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Massachusetts weighs criminal charges in Big Dig collapse

Such a move would set a new legal precedent and might encourage other prosecutors to bring similar charges in structural failures.

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Boston's Big Dig, the most expensive highway project in US history, has had its share of woes – from highly publicized leaks to a fatal ceiling collapse that has spawned a civil suit. Now, Massachusetts' attorney general is mulling whether to press criminal charges against the state authority that oversaw the project and some of the contractors.

That possibility has the nation's contracting industry watching closely – and with good reason. Criminal charges against contractors for the failure of a structure they designed or built would be unprecedented. A conviction could embolden other attorneys general to file criminal charges when construction accidents prove fatal.

"A conviction of a Big Dig contractor like Bechtel would be a landmark precedent in the criminal law precisely because such convictions are thought to be impossible to obtain," says Jim Harrington, a partner at Robins, Kaplan, Miller, & Ciresi, a Boston law firm whose practice includes corporate criminal and negligence cases. "Charges and a conviction of the design and install contractors here would send a chill wind through the construction industry."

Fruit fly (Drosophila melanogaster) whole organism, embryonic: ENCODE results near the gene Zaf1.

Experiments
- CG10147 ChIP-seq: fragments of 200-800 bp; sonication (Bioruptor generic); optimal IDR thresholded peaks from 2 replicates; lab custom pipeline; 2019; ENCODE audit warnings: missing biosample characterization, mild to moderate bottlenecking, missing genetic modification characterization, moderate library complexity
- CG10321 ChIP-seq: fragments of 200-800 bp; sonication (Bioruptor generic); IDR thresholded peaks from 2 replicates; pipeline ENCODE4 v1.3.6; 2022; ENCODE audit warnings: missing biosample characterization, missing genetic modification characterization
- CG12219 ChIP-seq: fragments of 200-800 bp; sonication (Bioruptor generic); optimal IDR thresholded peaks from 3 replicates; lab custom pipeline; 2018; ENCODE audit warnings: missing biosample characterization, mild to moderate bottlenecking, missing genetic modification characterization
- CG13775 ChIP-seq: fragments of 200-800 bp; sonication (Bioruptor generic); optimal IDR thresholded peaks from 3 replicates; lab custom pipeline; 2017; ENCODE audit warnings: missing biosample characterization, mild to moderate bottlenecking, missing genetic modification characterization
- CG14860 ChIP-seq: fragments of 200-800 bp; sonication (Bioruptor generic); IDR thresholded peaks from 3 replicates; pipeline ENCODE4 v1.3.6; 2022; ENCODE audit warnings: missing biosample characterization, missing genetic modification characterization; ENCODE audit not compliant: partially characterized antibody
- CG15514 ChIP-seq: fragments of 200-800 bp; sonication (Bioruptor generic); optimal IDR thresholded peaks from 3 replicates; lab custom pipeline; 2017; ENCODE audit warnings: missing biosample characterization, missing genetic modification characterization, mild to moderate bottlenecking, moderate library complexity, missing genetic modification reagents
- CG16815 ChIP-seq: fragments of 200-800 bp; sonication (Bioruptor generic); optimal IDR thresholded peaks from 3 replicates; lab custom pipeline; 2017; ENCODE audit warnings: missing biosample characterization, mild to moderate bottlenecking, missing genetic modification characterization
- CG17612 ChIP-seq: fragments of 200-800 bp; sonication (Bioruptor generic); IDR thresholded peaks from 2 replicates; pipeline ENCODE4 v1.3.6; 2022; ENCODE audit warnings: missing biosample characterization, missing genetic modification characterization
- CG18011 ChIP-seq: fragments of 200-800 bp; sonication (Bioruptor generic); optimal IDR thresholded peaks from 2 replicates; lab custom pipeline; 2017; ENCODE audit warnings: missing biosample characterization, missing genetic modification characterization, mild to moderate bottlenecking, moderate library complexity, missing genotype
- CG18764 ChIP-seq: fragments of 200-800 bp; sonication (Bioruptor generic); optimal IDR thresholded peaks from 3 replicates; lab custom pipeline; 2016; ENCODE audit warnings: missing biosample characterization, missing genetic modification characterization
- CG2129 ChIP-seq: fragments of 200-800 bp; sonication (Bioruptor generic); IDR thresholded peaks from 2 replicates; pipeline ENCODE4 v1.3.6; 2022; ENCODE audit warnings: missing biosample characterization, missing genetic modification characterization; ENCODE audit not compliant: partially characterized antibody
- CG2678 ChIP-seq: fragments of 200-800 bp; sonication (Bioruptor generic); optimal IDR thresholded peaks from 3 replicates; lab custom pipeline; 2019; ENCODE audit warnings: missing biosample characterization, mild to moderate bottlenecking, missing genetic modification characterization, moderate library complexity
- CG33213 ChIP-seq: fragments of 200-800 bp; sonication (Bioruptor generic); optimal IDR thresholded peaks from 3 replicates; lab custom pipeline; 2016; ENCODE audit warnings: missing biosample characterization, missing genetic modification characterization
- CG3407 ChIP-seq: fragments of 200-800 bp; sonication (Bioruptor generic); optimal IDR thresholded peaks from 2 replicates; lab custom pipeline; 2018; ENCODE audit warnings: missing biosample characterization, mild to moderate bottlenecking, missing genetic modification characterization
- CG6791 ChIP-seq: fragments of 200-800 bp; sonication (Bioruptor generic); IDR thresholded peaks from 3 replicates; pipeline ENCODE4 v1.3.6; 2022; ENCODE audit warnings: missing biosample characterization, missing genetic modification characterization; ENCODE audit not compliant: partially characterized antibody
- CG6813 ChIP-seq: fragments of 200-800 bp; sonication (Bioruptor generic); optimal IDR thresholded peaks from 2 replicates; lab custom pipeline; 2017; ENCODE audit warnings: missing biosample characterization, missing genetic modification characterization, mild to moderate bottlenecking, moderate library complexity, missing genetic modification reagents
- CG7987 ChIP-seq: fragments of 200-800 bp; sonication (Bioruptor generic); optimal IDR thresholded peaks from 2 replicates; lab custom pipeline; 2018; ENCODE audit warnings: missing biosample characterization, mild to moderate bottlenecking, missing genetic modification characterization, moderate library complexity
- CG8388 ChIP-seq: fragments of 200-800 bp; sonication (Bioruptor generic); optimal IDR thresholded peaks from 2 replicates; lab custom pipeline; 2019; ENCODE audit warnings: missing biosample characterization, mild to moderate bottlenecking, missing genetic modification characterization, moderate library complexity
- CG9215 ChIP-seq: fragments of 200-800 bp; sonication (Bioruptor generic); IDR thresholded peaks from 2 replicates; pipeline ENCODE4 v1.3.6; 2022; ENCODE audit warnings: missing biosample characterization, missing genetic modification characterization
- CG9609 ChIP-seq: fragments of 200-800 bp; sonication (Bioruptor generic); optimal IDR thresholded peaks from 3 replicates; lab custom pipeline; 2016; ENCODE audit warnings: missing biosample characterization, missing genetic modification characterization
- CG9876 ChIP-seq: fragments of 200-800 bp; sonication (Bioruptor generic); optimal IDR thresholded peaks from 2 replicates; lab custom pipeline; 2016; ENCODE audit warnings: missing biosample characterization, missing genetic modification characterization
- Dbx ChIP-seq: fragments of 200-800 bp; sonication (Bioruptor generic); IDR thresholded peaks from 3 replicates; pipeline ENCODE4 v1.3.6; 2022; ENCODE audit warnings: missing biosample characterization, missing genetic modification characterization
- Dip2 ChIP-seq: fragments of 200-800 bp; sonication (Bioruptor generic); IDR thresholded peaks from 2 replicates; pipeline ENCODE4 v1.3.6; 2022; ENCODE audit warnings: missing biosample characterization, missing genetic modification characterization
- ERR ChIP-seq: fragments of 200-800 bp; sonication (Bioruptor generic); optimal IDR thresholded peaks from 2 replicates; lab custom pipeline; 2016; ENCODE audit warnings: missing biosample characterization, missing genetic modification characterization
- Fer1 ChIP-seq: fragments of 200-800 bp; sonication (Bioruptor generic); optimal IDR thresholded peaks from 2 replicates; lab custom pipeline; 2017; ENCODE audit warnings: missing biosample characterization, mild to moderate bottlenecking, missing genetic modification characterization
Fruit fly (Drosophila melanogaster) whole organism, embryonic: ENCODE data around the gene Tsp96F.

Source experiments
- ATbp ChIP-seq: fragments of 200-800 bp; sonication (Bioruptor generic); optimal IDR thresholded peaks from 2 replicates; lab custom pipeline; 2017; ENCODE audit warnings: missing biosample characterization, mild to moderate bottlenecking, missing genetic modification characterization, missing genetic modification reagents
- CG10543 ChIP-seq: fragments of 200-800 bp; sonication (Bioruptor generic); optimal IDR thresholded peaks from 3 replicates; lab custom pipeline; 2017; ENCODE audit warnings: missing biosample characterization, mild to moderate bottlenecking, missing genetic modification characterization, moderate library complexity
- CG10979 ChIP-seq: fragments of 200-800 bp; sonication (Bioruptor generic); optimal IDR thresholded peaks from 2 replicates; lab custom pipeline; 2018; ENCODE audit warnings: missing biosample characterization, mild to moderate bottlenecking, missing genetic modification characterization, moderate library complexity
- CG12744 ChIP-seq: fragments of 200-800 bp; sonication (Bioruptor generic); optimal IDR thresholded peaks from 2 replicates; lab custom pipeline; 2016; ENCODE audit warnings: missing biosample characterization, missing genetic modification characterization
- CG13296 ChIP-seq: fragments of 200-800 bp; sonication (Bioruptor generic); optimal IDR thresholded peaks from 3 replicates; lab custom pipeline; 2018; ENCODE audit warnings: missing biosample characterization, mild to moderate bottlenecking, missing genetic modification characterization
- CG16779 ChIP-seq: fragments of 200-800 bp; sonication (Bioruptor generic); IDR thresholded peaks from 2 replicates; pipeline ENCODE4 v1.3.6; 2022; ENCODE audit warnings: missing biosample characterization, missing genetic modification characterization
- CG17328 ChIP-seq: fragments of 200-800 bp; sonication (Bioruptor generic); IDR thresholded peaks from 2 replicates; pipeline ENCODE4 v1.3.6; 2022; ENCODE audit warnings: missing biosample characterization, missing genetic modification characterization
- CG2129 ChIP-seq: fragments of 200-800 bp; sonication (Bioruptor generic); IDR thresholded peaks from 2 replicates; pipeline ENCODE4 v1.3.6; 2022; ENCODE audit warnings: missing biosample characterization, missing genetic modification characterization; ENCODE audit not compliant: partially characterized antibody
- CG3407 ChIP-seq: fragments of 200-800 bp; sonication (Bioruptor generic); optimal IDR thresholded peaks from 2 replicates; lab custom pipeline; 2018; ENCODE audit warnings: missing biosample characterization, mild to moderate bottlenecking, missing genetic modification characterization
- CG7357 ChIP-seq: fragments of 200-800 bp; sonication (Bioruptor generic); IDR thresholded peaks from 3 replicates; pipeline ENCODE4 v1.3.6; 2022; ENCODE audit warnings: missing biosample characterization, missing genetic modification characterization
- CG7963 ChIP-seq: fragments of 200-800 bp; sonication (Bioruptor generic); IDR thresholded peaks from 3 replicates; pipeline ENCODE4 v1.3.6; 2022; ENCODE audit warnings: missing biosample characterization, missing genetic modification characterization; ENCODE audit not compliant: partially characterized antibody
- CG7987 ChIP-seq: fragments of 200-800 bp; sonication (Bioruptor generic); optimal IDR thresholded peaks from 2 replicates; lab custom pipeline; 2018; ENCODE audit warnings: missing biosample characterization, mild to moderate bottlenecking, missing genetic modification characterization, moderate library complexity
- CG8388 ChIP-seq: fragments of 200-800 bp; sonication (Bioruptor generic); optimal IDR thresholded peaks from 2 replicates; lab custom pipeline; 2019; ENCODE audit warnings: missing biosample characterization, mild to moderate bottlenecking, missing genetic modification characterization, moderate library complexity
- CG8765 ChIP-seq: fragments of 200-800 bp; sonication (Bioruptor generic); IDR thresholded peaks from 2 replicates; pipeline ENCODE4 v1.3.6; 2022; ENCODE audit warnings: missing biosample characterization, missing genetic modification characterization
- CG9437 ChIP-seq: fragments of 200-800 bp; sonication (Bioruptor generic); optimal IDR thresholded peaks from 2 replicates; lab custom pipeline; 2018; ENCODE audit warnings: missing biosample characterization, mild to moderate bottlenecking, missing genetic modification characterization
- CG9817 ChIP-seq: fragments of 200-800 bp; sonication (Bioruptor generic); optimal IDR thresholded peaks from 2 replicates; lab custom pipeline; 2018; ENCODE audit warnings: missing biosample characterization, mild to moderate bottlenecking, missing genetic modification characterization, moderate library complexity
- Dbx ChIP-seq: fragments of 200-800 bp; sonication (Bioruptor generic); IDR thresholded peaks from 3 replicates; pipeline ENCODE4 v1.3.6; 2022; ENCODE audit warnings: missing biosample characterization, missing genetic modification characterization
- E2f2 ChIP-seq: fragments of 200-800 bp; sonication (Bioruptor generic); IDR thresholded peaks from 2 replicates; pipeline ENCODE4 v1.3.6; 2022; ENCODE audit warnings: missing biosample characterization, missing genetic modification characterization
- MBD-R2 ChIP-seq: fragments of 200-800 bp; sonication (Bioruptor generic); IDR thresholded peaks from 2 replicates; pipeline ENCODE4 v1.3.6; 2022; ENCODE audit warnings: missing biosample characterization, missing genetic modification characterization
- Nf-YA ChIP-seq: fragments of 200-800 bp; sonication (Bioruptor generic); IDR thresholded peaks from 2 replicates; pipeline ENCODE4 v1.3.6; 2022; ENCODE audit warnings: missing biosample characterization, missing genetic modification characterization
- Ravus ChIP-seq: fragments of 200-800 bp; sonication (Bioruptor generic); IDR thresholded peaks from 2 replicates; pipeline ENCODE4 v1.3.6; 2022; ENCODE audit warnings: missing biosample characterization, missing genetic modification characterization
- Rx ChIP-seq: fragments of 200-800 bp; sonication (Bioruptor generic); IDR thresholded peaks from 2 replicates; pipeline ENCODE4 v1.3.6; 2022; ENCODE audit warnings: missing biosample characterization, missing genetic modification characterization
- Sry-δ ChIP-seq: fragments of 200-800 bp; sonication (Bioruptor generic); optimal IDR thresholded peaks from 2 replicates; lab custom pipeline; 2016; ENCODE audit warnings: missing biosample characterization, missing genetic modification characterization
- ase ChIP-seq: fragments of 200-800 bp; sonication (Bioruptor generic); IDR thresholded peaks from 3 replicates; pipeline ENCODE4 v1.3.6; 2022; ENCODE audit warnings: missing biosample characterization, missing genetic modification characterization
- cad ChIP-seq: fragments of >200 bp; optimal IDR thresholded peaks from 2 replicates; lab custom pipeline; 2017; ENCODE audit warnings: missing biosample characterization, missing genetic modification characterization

It's not clear that Attorney General Martha Coakley will file criminal charges.

A year ago, Milena Del Valle was killed when 26 tons of concrete ceiling panels came loose and crushed the car in which she was a passenger. (Her husband, the driver, escaped with minor injuries.) A National Transportation Safety Board (NTSB) investigation concluded that the panels were secured by an inappropriate anchor adhesive. Ms. Del Valle's family filed a civil suit against several Big Dig contractors and the Massachusetts Transportation Authority (MTA), which oversaw the Big Dig. That suit is pending. Civil suits in cases where structural failures result in injury or death are common, legal experts say.

Criminal charges are not. Although prosecutors have considered them in other fatal structural failures, they've never pursued them, these experts say.

In 1981, for example, walkways in a Hyatt Regency Hotel in Kansas City, Mo., collapsed due to faulty design, killing 114. Although $3 billion worth of claims were filed in civil court and two of the engineers involved lost their licenses, no criminal charges were filed.


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